It’s taken years, but today unbundled pricing is pretty much the industry standard when it comes to airfares. The airlines advertise a “base” fare, and charge extra for checked bags, a pre-reserved seat, frequent-flyer miles, and on and on ad nauseum.
Consumers fume about the nickel-and-diming and roll their eyes. But they’ve acclimated to the new model, and understand that there’s no going back to inclusive pricing. Shoulders have been shrugged.
Now, apparently, it’s the hotels’ turn.
A report from NYU’s Tisch Center for Hospitality and Tourism released this month is forecasting that hotel fees and surcharges will reach $2.47 billion in 2015, the highest level ever.
The report notes that hotel fees aren’t new; they’ve been around at least since 1997, in the form of phone surcharges, fees to send and receive faxes, mini-bar restocking fees, and the like. But as fees go, those are relatively benign, not least because they can be understood to cover additional costs incurred by hotels to provide them. If I cap my night with a bottle of Lowenbrau from the mini-bar, I expect to be charged for it.
But as the airlines have done with many of their fees, the hotels are increasingly sneaking in surcharges for services that cost little or nothing to provide, like early check-in or smoke-free rooms.
If the hotels continue following the airlines’ lead, travelers can expect to see the unbundling continue, with an ever-lengthening list of standard offerings converted into extra-cost options. Extra fees for a room on a higher floor, or with a particular view, or further from the elevators. Maybe make housekeeping optional, with an extra charge for a daily clean-up. Per-minute surcharges to watch the in-room TV. A base hotel rate that doesn’t include pillows on the bed, or towels in the bathroom?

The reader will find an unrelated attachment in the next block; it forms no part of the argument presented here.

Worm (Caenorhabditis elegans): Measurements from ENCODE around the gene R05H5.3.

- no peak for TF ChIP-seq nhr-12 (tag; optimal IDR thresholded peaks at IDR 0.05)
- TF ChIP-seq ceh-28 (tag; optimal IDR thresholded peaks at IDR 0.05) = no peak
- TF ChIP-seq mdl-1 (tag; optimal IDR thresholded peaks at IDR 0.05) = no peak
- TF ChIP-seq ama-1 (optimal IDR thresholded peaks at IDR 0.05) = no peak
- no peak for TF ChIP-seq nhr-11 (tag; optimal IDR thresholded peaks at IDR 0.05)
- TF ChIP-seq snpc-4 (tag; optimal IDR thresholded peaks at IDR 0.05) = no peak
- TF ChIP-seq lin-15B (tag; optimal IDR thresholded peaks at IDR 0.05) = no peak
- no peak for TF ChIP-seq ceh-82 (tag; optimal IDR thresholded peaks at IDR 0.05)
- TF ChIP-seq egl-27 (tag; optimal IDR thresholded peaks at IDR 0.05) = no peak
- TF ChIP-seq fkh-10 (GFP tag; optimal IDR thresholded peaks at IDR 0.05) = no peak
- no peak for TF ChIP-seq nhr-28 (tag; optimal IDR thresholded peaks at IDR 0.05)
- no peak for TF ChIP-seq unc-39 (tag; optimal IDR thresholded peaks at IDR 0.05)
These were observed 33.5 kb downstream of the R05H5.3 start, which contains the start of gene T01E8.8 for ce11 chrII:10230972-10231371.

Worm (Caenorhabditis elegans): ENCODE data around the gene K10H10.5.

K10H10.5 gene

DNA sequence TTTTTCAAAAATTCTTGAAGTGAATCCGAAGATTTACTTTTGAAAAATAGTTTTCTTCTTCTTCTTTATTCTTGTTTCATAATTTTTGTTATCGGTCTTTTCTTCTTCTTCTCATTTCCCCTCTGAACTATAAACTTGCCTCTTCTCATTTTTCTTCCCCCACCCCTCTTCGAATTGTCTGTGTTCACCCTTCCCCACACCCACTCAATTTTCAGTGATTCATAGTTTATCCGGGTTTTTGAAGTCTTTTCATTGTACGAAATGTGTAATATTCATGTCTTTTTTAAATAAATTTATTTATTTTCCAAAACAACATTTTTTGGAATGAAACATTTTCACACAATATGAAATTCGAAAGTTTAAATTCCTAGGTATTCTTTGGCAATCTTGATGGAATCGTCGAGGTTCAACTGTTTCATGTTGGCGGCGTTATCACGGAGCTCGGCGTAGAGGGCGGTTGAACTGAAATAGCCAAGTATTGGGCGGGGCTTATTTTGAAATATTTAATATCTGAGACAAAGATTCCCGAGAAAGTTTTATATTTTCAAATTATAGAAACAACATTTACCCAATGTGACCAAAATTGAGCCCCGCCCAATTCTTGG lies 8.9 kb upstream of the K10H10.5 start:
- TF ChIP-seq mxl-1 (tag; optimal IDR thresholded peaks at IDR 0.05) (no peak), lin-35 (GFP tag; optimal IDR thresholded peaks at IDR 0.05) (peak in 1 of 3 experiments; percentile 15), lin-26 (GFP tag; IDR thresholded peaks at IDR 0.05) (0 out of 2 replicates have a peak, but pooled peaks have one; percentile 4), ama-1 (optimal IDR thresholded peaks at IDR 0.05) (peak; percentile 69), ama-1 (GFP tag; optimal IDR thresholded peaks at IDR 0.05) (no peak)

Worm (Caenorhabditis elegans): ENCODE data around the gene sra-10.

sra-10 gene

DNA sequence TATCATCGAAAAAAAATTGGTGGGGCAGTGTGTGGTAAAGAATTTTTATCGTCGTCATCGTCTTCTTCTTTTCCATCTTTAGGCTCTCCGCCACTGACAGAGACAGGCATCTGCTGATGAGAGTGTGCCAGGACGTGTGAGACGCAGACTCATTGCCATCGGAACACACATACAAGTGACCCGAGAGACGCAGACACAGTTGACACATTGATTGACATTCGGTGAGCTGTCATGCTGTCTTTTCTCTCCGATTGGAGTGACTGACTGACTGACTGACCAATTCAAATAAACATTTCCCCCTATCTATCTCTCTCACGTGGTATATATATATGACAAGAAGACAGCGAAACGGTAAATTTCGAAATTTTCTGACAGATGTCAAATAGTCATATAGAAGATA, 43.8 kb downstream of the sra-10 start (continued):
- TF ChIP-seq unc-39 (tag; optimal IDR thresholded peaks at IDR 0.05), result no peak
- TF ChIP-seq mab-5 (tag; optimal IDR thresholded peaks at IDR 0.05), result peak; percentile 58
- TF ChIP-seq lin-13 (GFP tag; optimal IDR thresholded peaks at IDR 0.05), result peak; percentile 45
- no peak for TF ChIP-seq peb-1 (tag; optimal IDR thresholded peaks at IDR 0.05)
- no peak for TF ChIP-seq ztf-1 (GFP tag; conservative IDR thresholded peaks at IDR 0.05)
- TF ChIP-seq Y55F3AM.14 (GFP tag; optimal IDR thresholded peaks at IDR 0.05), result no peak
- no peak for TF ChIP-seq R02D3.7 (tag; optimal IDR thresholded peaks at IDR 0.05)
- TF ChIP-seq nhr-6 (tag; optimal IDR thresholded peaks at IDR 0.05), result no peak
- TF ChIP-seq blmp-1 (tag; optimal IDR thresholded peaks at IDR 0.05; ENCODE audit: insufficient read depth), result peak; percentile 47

The possibilities run the gamut, some as comical as they are vexing. But make no mistake: They are possibilities. And in conference rooms at any number of major hotel chains, they are being discussed and evaluated by marketing executives. After all, the airlines racked up $38.1 billion in fees during 2014. That’s a potential windfall the hotels can’t afford to ignore.
Reader Reality Check
Are you ready for the coming hotel fee-for-all?
More From Smartertravel:
- Airline Fees: The Ultimate Guide
- The Sneaky New Way Airlines Are Raising Fares
- ‘Free’ Travel Offers That Aren’t Really Free
This article originally appeared on FrequentFlier.com.
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